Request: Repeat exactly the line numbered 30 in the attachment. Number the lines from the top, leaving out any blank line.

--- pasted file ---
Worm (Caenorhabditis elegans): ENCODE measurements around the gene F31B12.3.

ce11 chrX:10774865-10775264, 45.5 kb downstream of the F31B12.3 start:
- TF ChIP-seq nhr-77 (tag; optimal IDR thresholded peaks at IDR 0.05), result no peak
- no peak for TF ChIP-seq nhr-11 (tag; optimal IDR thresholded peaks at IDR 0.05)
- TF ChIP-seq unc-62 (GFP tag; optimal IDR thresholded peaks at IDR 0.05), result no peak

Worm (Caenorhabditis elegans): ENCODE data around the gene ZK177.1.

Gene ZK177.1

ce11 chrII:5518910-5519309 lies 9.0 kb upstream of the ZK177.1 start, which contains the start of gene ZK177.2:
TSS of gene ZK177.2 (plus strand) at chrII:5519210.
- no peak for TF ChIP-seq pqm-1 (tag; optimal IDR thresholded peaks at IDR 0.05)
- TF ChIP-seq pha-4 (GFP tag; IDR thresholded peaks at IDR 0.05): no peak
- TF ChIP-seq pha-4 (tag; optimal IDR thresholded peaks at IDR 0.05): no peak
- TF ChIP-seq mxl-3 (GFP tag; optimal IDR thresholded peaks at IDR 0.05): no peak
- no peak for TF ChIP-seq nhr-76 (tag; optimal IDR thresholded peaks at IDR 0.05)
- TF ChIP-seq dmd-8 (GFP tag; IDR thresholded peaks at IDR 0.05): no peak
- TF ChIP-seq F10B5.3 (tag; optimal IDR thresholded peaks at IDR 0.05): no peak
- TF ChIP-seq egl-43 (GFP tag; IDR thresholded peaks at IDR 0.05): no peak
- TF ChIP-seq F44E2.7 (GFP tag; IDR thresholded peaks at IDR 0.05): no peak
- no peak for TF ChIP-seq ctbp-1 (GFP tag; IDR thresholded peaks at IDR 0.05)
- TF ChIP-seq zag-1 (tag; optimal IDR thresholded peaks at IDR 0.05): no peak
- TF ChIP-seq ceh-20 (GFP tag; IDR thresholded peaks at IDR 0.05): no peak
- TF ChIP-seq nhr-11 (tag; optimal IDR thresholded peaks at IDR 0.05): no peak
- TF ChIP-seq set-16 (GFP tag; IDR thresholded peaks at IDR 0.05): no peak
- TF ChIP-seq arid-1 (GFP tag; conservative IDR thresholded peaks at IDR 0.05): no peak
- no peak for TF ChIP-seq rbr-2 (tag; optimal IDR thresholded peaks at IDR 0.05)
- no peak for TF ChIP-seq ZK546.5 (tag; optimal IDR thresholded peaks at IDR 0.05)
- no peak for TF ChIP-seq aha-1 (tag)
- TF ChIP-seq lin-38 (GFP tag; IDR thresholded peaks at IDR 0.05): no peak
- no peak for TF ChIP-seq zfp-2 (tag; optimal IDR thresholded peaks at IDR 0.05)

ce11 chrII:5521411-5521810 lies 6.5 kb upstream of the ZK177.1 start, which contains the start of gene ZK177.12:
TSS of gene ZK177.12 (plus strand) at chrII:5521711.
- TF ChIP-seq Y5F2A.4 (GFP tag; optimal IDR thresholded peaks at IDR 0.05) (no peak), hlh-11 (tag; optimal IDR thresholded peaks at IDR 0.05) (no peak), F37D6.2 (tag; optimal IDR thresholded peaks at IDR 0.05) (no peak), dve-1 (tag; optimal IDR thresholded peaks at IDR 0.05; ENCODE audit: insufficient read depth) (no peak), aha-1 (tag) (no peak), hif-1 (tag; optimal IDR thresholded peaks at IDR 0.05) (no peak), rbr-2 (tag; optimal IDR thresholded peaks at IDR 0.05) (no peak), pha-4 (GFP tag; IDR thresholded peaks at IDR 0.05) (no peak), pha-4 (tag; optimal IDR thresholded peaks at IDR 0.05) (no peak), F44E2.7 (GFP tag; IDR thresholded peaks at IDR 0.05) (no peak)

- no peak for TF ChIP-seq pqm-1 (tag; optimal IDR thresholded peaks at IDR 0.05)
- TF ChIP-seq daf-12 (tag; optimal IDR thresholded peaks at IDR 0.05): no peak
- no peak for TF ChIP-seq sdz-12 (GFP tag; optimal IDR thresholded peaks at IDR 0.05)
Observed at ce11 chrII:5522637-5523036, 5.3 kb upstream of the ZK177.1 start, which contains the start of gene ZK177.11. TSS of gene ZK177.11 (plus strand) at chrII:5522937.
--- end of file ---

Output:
ce11 chrII:5521411-5521810 lies 6.5 kb upstream of the ZK177.1 start, which contains the start of gene ZK177.12: